US election 2016: Clashes near Trump rally in California
Hundreds of demonstrators have blocked traffic outside a venue in California where Republican presidential hopeful Donald Trump was holding a rally.
A police car had its windows smashed as Mr Trump spoke inside a hall in the Orange County Fairgrounds in Costa Mesa. Some 20 arrests were made.
Mr Trump has vowed to deport millions of illegal immigrants if he is elected US president in November.
He faces strong opposition in parts of California, particularly among Latinos.
California, the biggest prize for Republican candidates in the nomination race, holds its primaries on 7 June.
Mr Trump has called himself the Republican "presumptive nominee" after a string of primary wins.
The Pacific Amphitheatre in Costa Mesa was filled to its capacity of about 18,000 people and hundreds more were turned away.
Heated exchanges could be heard between Trump supporters and the protesters outside, with supporters chanting "Build that wall! Build that wall!", a reference to the candidate's call for a barrier between the US and Mexico to stop illegal border crossings.
Police in riot gear and officers on horseback moved in to separate the two groups.
Reports from the scene say some protesters threw stones at motorists while others jumped on top of a police car, smashing its windows, the BBC's James Cook reports from Los Angeles.
They dispersed by 23:00 (06:00 GMT Friday), the Orange County Sheriff's Department reports.
The candidate did not seem fazed by the clashes, tweeting after the rally: "Thank you Costa Mesa, California! 31,000 people tonight with thousands turned away. I will be back! #Trump2016"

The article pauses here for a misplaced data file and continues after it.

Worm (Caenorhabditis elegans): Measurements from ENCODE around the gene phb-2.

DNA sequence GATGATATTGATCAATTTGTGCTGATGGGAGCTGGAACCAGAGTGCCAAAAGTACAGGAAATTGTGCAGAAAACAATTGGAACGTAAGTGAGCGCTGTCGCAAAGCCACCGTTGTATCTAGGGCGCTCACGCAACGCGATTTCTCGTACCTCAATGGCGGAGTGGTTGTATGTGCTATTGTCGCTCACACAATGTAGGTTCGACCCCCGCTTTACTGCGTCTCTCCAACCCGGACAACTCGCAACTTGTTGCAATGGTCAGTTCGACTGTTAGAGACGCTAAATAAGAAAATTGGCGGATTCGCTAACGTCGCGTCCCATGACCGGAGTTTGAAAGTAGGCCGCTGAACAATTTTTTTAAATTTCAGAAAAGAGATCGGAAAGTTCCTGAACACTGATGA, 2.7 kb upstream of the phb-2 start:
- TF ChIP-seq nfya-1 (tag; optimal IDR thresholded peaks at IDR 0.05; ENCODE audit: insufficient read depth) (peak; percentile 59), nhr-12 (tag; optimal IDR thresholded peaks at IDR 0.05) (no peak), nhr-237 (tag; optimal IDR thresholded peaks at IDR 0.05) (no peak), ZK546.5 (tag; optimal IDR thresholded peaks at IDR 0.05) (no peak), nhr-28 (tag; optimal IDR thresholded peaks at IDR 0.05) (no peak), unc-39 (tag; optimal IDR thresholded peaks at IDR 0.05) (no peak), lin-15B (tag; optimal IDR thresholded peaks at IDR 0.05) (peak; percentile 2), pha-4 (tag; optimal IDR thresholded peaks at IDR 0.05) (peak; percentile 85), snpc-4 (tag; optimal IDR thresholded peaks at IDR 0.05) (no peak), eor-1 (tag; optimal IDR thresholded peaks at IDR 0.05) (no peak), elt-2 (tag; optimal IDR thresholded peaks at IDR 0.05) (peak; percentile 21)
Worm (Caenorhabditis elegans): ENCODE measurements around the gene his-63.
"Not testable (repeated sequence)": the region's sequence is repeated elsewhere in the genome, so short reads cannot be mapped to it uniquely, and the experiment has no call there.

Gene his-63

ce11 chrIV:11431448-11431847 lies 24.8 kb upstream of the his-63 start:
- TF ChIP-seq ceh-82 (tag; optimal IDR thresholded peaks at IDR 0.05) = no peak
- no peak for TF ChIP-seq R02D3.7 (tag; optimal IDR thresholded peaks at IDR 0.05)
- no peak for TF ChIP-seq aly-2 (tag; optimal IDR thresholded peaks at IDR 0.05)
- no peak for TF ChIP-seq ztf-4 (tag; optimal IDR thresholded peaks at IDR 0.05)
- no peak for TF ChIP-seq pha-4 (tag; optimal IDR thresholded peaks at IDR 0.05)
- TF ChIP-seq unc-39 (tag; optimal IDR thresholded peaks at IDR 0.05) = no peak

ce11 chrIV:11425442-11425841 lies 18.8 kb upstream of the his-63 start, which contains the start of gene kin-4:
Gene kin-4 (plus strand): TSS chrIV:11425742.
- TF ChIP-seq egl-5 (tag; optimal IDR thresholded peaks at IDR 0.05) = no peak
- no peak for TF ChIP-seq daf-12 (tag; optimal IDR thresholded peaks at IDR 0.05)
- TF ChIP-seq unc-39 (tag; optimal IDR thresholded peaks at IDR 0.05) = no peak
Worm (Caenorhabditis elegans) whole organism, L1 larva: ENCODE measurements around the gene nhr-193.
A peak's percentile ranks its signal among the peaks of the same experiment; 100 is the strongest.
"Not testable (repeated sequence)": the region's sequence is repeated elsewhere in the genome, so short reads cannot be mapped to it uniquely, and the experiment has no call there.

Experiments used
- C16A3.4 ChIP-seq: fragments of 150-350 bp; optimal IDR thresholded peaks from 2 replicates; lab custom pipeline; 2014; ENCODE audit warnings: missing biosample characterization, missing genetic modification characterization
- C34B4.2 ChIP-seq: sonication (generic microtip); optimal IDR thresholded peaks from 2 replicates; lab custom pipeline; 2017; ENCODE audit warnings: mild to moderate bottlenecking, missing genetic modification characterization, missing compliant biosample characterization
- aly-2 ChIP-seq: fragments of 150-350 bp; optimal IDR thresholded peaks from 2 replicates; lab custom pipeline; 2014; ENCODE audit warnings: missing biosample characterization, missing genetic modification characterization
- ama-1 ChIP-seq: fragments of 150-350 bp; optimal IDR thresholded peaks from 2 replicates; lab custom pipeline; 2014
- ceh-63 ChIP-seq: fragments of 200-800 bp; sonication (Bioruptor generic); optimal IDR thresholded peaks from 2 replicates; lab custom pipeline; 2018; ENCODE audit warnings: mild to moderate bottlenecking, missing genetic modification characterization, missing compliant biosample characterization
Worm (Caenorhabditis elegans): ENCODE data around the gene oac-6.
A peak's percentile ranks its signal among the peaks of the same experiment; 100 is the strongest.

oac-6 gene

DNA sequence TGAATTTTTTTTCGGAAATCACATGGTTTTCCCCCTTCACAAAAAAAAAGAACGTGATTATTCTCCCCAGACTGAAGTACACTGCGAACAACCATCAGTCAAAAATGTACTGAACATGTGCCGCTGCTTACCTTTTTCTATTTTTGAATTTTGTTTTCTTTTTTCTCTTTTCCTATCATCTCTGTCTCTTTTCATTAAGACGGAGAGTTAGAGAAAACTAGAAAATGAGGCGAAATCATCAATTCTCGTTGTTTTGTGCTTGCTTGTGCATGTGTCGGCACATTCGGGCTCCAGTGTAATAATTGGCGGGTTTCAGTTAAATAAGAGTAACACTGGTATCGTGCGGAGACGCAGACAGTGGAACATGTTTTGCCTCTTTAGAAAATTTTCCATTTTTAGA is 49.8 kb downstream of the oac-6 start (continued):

Mr Trump's campaign has been dogged by violence between his supporters and protesters, most notably at the University of Illinois in Chicago on 11 March, when a rally was called off after fighting broke out in the auditorium.
Meanwhile, a detailed profile of Mr Trump's wife Melania for GQ Magazine has sparked a hostile response from her.
The article revealed details about her upbringing in Slovenia and how she met Mr Trump. She called it "disingenuous reporting".
Julia Ioffe, the Jewish Russian-American reporter who wrote the article, said on Twitter she has received a barrage of anti-Semitic and threatening messages from Trump supporters since the piece came out.
"Now I'm getting phone calls from a blocked number that play Hitler's speeches when I pick up. Sad!" she tweeted.
"It's unsettling," she told the Guardian.
In terms of delegate support, the property tycoon is far ahead of his nearest rivals, Texas Senator Ted Cruz and John Kasich, the governor of Ohio.
In the Democratic camp, Hillary Clinton has a commanding lead over Bernie Sanders.
The presidential election on 8 November will see America vote for a successor to Barack Obama, a Democratic president standing down after two terms in office which have seen the Republicans take control of both houses of Congress.